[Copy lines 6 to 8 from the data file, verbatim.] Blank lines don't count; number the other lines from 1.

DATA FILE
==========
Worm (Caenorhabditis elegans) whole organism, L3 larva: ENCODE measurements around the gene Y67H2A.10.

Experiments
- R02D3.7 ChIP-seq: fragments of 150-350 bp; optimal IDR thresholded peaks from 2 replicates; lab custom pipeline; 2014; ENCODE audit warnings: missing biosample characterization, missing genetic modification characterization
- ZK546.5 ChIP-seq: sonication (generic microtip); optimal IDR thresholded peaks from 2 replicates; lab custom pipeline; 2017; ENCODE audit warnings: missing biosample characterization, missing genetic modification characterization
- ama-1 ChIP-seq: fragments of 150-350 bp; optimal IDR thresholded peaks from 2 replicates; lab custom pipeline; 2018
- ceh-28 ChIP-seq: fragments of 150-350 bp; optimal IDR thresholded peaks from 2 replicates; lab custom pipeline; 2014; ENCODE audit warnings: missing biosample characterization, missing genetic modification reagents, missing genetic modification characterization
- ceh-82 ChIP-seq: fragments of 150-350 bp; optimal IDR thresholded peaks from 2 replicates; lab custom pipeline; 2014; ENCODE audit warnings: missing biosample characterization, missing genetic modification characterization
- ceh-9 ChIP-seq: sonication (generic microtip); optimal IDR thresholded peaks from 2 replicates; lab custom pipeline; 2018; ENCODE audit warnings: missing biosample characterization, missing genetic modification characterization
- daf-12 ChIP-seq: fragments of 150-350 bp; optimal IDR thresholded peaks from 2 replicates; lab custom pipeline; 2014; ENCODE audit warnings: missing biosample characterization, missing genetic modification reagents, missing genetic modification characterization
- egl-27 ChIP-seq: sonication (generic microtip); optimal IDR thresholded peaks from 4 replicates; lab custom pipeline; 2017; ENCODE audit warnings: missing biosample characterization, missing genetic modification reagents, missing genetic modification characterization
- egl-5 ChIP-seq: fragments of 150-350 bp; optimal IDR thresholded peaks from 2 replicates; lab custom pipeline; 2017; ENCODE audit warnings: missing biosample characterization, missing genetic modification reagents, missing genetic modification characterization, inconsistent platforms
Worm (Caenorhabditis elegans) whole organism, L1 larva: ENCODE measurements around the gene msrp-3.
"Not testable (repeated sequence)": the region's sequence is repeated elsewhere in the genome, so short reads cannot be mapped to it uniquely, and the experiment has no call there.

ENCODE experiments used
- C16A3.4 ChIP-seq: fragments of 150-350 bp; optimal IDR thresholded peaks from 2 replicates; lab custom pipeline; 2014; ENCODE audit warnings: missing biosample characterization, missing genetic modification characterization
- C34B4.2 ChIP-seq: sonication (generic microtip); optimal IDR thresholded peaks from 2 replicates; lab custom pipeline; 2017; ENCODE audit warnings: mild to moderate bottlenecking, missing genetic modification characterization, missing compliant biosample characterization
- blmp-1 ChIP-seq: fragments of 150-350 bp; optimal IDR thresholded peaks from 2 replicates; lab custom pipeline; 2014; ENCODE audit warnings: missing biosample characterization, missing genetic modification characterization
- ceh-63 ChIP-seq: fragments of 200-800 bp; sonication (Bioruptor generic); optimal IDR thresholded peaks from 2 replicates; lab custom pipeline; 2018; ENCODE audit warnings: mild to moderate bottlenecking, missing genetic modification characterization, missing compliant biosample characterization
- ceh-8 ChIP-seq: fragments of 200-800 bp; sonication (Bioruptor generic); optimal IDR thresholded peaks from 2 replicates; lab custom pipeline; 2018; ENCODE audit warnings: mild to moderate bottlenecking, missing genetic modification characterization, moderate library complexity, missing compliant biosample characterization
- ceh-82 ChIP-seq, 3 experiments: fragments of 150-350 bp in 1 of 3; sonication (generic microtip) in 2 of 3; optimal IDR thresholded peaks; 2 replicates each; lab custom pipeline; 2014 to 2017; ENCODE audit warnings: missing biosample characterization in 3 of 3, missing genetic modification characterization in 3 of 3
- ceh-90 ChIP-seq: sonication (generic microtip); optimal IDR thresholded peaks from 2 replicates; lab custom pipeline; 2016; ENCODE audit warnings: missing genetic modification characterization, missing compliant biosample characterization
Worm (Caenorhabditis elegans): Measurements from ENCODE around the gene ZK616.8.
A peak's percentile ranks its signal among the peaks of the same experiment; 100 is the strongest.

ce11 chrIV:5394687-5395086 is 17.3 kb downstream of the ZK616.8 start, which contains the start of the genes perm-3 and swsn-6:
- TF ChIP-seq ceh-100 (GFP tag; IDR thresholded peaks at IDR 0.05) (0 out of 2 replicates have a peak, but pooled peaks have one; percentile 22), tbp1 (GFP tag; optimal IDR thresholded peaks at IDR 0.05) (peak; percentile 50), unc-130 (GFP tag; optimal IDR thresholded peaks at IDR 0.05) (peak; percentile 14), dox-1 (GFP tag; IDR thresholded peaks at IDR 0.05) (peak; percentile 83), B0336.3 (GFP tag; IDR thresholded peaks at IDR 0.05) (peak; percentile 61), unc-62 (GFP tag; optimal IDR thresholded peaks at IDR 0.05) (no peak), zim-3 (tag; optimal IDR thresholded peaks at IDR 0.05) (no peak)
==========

- ceh-28 ChIP-seq: fragments of 150-350 bp; optimal IDR thresholded peaks from 2 replicates; lab custom pipeline; 2014; ENCODE audit warnings: missing biosample characterization, missing genetic modification reagents, missing genetic modification characterization
- ceh-82 ChIP-seq: fragments of 150-350 bp; optimal IDR thresholded peaks from 2 replicates; lab custom pipeline; 2014; ENCODE audit warnings: missing biosample characterization, missing genetic modification characterization
- ceh-9 ChIP-seq: sonication (generic microtip); optimal IDR thresholded peaks from 2 replicates; lab custom pipeline; 2018; ENCODE audit warnings: missing biosample characterization, missing genetic modification characterization